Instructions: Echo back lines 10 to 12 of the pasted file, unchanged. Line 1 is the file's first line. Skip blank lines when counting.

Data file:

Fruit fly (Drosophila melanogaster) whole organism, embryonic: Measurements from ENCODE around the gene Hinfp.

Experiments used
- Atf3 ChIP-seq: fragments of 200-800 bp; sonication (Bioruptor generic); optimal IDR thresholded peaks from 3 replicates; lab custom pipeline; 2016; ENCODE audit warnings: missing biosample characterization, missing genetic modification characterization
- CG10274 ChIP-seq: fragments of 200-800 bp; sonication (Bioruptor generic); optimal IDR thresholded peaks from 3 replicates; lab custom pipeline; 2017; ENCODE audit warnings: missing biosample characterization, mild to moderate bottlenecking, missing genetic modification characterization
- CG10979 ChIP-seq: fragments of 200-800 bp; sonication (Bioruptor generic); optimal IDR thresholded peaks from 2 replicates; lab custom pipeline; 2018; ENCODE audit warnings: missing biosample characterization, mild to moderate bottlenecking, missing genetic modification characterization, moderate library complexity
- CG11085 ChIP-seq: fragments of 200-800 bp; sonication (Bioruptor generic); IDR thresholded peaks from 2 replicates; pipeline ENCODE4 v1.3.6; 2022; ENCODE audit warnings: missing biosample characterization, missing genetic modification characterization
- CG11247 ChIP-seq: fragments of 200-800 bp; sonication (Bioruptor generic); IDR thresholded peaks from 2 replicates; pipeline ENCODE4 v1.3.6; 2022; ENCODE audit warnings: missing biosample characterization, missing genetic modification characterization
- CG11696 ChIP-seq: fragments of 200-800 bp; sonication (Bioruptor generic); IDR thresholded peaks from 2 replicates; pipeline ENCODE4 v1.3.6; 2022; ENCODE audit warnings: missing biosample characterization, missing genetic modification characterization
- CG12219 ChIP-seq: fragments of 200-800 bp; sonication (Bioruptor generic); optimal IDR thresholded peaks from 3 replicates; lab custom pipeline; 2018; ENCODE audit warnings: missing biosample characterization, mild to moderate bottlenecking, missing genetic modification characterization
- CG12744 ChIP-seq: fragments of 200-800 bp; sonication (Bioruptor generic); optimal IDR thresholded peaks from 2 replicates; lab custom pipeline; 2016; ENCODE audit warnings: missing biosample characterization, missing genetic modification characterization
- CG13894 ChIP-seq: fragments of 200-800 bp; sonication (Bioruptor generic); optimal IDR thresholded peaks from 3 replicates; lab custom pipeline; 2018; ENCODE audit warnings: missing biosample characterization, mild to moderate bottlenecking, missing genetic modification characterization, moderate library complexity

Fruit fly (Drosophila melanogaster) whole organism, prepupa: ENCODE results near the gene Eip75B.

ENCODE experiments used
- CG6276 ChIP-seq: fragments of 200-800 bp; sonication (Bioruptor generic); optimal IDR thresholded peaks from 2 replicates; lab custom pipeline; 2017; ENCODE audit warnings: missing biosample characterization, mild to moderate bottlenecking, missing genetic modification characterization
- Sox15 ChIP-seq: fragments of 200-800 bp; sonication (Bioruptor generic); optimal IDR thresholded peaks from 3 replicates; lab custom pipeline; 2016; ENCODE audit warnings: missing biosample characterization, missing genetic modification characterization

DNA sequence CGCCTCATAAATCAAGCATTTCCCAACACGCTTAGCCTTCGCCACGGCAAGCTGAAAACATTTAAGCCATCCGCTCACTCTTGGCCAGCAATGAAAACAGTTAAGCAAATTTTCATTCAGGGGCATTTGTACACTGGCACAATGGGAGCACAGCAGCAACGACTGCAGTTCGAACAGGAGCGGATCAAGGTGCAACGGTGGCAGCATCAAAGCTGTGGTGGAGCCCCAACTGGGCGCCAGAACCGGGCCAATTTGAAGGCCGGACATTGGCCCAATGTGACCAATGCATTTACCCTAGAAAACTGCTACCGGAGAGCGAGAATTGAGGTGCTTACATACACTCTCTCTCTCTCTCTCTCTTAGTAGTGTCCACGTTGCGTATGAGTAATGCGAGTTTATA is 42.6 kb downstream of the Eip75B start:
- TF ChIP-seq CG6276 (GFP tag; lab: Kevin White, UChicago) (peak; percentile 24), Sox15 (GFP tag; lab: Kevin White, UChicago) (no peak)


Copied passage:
- CG12744 ChIP-seq: fragments of 200-800 bp; sonication (Bioruptor generic); optimal IDR thresholded peaks from 2 replicates; lab custom pipeline; 2016; ENCODE audit warnings: missing biosample characterization, missing genetic modification characterization
- CG13894 ChIP-seq: fragments of 200-800 bp; sonication (Bioruptor generic); optimal IDR thresholded peaks from 3 replicates; lab custom pipeline; 2018; ENCODE audit warnings: missing biosample characterization, mild to moderate bottlenecking, missing genetic modification characterization, moderate library complexity

Fruit fly (Drosophila melanogaster) whole organism, prepupa: ENCODE results near the gene Eip75B.